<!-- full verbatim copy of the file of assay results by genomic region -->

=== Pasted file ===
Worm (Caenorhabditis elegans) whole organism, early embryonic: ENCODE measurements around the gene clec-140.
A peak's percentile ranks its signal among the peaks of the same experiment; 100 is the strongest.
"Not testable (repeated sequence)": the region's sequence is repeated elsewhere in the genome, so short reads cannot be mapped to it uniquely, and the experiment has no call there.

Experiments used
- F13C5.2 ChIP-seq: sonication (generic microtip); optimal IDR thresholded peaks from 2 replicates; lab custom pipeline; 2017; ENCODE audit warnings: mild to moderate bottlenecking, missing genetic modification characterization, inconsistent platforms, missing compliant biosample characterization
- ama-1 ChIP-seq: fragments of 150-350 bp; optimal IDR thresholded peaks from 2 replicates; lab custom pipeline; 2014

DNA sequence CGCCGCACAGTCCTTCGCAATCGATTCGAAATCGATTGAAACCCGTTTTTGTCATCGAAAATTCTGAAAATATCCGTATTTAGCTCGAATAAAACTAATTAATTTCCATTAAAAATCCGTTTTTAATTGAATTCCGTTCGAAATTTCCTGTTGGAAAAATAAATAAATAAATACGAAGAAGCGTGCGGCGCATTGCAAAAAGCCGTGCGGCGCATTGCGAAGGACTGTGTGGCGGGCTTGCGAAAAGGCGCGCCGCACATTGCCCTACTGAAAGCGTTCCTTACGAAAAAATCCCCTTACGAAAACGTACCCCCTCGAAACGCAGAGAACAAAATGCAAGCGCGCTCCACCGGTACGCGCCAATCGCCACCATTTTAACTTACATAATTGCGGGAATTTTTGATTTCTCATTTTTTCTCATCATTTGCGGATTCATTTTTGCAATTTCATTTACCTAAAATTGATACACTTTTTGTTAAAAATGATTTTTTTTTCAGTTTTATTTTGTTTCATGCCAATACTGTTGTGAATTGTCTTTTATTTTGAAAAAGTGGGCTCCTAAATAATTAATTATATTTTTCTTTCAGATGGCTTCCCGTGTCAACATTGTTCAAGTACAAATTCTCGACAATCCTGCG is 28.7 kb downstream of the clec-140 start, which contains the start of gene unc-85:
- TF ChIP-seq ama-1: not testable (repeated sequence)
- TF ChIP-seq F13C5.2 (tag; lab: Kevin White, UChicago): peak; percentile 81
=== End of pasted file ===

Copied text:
Worm (Caenorhabditis elegans) whole organism, early embryonic: ENCODE measurements around the gene clec-140.
A peak's percentile ranks its signal among the peaks of the same experiment; 100 is the strongest.
"Not testable (repeated sequence)": the region's sequence is repeated elsewhere in the genome, so short reads cannot be mapped to it uniquely, and the experiment has no call there.

Experiments used
- F13C5.2 ChIP-seq: sonication (generic microtip); optimal IDR thresholded peaks from 2 replicates; lab custom pipeline; 2017; ENCODE audit warnings: mild to moderate bottlenecking, missing genetic modification characterization, inconsistent platforms, missing compliant biosample characterization
- ama-1 ChIP-seq: fragments of 150-350 bp; optimal IDR thresholded peaks from 2 replicates; lab custom pipeline; 2014

DNA sequence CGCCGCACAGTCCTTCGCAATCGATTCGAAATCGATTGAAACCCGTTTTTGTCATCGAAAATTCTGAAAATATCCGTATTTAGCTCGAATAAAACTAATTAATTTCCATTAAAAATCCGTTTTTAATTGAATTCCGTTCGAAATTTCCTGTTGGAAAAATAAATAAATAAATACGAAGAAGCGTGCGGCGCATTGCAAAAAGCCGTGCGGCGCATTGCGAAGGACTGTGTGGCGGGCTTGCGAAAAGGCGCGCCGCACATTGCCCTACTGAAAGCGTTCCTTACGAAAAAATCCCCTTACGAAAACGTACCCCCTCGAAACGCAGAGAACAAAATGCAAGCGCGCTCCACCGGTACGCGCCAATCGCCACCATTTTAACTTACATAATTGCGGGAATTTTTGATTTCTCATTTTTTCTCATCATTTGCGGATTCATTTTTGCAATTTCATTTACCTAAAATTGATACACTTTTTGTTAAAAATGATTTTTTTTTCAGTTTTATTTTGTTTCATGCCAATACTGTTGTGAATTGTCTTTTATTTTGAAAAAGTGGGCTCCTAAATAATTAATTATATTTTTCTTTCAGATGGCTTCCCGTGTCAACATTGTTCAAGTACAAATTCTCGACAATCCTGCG is 28.7 kb downstream of the clec-140 start, which contains the start of gene unc-85:
- TF ChIP-seq ama-1: not testable (repeated sequence)
- TF ChIP-seq F13C5.2 (tag; lab: Kevin White, UChicago): peak; percentile 81